Posts Tagged Newcastle Herald

Outraged Catholics say Australian church leaders are ‘locked in a misogynistic and unaccountable culture’ / Newcastle Herald

The failure so far of any decisive response in the way of systemic reform after the catastrophe of sex abuse by clergy has been the last straw for many committed Catholics who see their church leadership locked in a misogynistic and unaccountable culture. (Newcastle Herald)

Australian Catholic church leaders are ‘locked in a misogynistic and unaccountable culture’ that has failed to adequately respond to the child sexual abuse scandal and is denying the need for urgent reform, say Catholic groups meeting in Canberra on Friday (Mar. 23) to demand change.

“More than 50 leading Catholic reformists are expected to seek an urgent meeting with Australia’s bishops after a request to release the first formal church assessment of child abuse royal commission recommendations was declined last week by Melbourne Archbishop Denis Hart.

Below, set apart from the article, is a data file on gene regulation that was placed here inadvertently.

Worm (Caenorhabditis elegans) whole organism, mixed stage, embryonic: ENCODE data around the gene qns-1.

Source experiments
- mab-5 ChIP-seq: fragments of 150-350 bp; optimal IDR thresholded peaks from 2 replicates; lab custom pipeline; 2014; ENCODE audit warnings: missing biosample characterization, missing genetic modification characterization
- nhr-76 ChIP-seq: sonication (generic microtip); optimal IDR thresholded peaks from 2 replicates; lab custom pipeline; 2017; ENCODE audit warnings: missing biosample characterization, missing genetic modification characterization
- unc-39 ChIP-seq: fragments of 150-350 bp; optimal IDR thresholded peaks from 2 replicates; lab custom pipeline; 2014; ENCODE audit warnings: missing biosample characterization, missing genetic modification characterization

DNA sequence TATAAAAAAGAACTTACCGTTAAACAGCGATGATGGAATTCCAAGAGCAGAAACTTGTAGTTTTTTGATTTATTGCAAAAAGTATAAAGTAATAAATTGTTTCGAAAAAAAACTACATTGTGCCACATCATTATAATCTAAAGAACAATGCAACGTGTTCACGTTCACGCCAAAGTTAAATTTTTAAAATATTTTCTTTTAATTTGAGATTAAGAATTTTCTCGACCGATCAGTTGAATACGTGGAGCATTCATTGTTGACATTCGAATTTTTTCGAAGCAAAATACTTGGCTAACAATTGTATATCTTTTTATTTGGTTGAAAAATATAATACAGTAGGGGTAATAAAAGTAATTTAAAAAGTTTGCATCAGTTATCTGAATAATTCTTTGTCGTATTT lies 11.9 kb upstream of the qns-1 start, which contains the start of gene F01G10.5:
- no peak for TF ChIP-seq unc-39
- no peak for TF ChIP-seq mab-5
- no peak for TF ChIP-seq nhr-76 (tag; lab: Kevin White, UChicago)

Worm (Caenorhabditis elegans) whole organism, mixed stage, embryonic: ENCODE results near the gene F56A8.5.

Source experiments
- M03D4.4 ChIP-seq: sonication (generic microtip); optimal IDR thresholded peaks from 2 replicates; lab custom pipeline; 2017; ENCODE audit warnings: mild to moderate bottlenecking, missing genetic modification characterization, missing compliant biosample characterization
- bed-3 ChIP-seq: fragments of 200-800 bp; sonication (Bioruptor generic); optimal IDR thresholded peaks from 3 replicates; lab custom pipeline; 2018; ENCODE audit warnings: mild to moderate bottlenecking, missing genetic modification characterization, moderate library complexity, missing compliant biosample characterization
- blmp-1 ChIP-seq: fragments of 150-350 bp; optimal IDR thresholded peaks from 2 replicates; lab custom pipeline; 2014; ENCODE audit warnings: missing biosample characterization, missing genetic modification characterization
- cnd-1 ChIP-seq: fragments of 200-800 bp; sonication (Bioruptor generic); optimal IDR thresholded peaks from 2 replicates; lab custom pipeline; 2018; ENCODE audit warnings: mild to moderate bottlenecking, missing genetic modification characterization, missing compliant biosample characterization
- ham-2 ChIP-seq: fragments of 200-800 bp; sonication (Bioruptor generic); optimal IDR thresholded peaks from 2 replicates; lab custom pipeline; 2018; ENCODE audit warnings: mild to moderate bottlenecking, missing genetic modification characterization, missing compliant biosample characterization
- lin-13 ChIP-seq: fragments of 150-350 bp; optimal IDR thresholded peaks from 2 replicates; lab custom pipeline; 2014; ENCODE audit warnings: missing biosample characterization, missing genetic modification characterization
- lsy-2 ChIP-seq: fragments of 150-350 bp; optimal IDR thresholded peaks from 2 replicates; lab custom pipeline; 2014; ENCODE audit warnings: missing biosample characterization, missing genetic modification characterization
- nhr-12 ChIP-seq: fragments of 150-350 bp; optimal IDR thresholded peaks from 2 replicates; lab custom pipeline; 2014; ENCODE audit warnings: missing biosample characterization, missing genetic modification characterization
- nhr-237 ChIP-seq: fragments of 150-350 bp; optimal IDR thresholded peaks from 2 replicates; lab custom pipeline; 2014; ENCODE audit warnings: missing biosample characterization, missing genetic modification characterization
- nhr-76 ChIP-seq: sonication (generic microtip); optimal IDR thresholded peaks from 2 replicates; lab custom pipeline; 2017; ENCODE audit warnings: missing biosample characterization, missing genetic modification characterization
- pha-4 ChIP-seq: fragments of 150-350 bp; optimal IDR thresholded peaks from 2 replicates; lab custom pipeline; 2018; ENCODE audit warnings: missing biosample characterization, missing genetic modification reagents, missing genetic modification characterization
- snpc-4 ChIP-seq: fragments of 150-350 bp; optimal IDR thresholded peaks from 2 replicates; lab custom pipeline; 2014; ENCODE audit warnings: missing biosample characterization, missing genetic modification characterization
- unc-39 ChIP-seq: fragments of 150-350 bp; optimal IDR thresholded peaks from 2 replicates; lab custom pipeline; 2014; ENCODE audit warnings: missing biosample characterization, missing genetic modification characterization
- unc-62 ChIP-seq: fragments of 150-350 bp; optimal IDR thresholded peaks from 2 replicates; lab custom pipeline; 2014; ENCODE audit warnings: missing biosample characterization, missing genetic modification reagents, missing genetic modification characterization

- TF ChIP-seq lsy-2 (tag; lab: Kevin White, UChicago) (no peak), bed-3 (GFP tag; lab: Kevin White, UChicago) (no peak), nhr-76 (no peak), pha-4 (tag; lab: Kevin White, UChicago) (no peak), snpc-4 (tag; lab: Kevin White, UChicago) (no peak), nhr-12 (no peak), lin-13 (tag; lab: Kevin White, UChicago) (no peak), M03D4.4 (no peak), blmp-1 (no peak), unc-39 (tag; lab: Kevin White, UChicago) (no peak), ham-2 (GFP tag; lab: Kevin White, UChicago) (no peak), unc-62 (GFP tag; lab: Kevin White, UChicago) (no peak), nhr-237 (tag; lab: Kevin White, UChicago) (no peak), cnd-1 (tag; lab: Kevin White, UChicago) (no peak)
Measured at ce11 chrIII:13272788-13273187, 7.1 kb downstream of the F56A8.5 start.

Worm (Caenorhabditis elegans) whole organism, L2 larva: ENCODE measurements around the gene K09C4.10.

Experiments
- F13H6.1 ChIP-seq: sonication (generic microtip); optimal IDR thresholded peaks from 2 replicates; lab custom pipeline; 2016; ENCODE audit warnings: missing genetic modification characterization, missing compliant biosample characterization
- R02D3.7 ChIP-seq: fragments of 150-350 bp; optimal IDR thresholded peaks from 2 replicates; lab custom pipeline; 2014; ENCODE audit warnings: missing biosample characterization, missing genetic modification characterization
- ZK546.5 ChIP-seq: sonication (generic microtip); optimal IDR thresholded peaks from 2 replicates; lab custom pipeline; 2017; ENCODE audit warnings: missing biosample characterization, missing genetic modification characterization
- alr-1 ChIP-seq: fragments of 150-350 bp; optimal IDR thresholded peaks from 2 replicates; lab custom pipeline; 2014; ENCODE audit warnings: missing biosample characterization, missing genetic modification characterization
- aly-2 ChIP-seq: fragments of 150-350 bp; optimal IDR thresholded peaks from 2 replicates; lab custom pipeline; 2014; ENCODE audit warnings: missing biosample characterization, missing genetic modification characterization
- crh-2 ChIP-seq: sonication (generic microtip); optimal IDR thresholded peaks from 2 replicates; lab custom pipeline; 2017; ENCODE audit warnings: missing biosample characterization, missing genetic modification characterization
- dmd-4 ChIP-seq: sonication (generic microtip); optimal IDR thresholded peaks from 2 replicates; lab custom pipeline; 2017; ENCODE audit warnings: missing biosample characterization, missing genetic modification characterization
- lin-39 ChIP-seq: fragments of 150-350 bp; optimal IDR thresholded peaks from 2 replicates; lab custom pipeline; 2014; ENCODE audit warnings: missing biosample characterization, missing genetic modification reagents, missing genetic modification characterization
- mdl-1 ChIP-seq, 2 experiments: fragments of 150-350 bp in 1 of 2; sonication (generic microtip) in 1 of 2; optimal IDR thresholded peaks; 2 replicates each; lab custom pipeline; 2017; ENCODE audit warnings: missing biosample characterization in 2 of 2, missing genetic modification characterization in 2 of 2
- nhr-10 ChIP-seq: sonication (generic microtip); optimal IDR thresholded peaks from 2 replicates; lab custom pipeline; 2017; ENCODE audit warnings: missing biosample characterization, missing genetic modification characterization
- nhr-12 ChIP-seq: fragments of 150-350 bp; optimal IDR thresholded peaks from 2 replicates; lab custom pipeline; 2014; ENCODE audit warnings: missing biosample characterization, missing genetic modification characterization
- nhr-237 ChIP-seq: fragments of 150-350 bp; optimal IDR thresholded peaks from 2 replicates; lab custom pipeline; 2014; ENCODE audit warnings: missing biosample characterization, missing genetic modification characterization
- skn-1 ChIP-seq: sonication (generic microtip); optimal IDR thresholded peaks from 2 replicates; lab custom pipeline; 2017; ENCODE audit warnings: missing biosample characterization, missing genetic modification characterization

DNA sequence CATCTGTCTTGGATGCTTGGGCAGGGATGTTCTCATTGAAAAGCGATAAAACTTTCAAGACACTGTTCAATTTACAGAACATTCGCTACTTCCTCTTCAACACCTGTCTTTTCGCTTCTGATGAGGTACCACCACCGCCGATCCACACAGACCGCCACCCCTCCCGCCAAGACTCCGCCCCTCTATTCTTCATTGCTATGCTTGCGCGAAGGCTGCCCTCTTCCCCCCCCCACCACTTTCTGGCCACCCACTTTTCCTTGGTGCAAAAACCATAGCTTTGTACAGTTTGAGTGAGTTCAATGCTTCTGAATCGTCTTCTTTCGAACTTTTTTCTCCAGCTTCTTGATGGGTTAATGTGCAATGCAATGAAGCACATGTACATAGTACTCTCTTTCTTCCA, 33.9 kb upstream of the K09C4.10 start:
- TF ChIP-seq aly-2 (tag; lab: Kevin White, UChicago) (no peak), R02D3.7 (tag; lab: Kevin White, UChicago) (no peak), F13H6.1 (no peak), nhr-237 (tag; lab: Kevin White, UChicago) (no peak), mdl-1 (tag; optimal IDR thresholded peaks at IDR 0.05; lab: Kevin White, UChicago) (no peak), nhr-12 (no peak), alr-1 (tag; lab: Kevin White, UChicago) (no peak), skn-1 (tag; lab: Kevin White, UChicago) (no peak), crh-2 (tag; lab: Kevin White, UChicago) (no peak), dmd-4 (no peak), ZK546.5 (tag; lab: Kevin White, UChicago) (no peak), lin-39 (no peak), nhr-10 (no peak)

“The lack of a decisive response on systemic reform after the ‘catastrophe of sex abuse by clergy’ was ‘the last straw for many committed Catholics,’ said Australian Catholic Coalition for Church Reform in a statement on Thursday (Mar. 22).

“Coalition convenor Peter Johnstone said the Canberra meeting is a direct response to the bishops’ refusal to release a Truth Justice and Healing Council analysis of the royal commission’s findings and recommendations before a bishops’ conference in May. It was given to a senior church leaders group several weeks ago.”

By Joanne McCarthy, Newcastle Herald — Read more …

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Our Faithful Revolution

churchfacadewebshadowIn this first week of a new year, Voice of the Faithful reflects.

Voice of the Faithful, a community of Roman Catholics committed to service and reform, has always sought to “Keep the Faith, Change the Church.” We are faithful Catholics seeking to change those Church structures and processes that impede lay voices and change Church cultures that exhibit a clericalism that separates the clerical from the lay rather than binding them pastorally and collegially.

Such clericalism often stifles the people of God. Pope Francis has said as much and condemned clericalism repeatedly, recently saying that “the spirit of clericalism is an evil that is present in the Church today, and the victim of this spirit is the people, who feel discarded and abused.”